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In a recent interview with Dukes Knutson of FCA, Rays utility player Ben Zobrist gave the following tribute concerning Gio. “Gio has been a fantastic example of what a Christian

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After graduating from college, Gio served for several years as a local youth pastor, but for the past few years, he has been working

Wednesday

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• M  eet the kids: Ashley is in the 8th grade, loves to read, enjoys playing volleyball for Pinellas Heat volleyball club, and she is a huge Rays fan. Daniel is in the 6th grade, enjoys playing baseball at the Winning Inning Baseball Academy, is also a big time Rays fan, and he loves to play the drums. Jonathan is in the 2nd grade, loves to play baseball and soccer, knows all of the Rays players by name and loves to just have fun!

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• F  avorite sports teams: Miami Hurricanes, Miami Dolphins, all of the Rays minor league teams, and the Tampa Bay Rays! • Favorite foods: Tacos, Spaghetti, Chinese, and Japanese food • F  avorite hobbies: Spending time with family, sports, the beach, and shopping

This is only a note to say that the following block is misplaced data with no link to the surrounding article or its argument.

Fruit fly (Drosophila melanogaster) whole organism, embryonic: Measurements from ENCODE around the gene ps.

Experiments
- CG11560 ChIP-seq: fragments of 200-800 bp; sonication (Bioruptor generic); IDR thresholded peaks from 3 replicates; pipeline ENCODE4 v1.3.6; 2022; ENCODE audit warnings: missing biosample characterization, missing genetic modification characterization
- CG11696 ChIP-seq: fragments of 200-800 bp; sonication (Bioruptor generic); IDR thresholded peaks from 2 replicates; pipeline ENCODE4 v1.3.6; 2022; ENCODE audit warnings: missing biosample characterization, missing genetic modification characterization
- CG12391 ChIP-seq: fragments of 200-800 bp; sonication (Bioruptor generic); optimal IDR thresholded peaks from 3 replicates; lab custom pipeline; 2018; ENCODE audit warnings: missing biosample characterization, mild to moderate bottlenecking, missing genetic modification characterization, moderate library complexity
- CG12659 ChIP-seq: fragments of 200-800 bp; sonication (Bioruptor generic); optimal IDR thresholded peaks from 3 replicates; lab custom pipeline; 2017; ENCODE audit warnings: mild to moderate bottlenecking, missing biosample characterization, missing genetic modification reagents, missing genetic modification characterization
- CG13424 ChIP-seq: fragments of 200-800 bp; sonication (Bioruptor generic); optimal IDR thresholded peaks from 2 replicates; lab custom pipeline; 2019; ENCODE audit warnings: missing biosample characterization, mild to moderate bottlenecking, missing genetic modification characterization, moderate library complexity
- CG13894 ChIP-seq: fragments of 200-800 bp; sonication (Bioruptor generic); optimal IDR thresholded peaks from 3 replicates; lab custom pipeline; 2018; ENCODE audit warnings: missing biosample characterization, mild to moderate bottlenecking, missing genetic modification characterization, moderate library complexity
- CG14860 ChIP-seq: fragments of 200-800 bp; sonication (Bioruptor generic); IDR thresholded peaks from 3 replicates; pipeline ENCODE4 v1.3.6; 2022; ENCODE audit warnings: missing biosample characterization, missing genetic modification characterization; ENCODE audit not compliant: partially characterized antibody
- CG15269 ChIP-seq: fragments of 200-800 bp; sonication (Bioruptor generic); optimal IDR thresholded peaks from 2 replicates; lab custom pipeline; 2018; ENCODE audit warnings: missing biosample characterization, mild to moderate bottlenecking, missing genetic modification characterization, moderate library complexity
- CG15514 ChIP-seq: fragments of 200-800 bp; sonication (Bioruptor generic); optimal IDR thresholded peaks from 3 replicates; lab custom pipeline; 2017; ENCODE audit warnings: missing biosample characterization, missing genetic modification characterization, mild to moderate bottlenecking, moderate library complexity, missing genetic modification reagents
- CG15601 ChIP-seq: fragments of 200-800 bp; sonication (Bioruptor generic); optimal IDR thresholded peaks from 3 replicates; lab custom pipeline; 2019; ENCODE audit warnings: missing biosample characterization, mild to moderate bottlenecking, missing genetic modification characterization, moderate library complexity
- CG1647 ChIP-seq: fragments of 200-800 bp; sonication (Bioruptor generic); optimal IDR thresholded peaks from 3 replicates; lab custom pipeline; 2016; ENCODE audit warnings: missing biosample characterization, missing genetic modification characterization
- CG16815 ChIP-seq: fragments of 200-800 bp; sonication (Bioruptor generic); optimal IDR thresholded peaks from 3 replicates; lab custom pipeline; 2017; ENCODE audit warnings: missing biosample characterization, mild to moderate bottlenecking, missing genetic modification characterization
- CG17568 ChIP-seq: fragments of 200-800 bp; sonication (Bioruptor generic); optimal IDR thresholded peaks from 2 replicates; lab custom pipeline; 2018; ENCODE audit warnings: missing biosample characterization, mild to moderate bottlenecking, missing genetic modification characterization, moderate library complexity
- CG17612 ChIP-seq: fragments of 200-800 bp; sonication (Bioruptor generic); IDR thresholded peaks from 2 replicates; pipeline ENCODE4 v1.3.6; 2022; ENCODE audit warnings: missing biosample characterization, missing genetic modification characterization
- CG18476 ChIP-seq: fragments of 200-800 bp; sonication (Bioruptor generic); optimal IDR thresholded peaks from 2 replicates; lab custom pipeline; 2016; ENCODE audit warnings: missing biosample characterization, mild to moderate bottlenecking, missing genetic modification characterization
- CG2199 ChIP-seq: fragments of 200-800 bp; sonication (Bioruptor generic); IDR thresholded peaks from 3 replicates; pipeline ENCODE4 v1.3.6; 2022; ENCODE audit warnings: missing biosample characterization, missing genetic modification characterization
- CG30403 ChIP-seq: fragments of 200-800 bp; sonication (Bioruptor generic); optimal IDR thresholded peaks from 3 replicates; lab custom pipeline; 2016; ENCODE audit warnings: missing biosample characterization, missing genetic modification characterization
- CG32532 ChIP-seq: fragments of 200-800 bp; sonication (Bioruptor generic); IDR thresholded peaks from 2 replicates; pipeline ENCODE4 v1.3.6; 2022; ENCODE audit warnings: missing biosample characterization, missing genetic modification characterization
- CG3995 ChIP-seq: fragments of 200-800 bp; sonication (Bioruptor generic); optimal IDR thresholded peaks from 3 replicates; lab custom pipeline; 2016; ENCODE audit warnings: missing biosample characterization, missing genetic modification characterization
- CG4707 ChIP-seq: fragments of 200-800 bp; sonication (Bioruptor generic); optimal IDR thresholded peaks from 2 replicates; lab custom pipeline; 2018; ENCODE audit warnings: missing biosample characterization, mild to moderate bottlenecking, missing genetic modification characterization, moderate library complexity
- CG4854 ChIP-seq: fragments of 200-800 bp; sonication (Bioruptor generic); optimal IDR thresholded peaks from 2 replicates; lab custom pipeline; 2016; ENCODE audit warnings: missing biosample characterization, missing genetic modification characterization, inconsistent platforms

If you would like to recommend a family to be featured as the family of the month, send a photo and a description of what makes your family unique to articles@gulfcoastfamily.org.


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“I am thankful for my healthy and happy children, my wonderful husband and great friends!” – Peggy Comerford

“I’m thankful to know where I will spend eternity…and I’m thankful that I spend a lot of time on the road because the person I share an office with drives me nuts!” – Dave Mount

“I am especially thankful for a family that really loves to be together. We always have fun even if it’s as simple as grocery shopping!” – Cindy Bishop

Give Thanks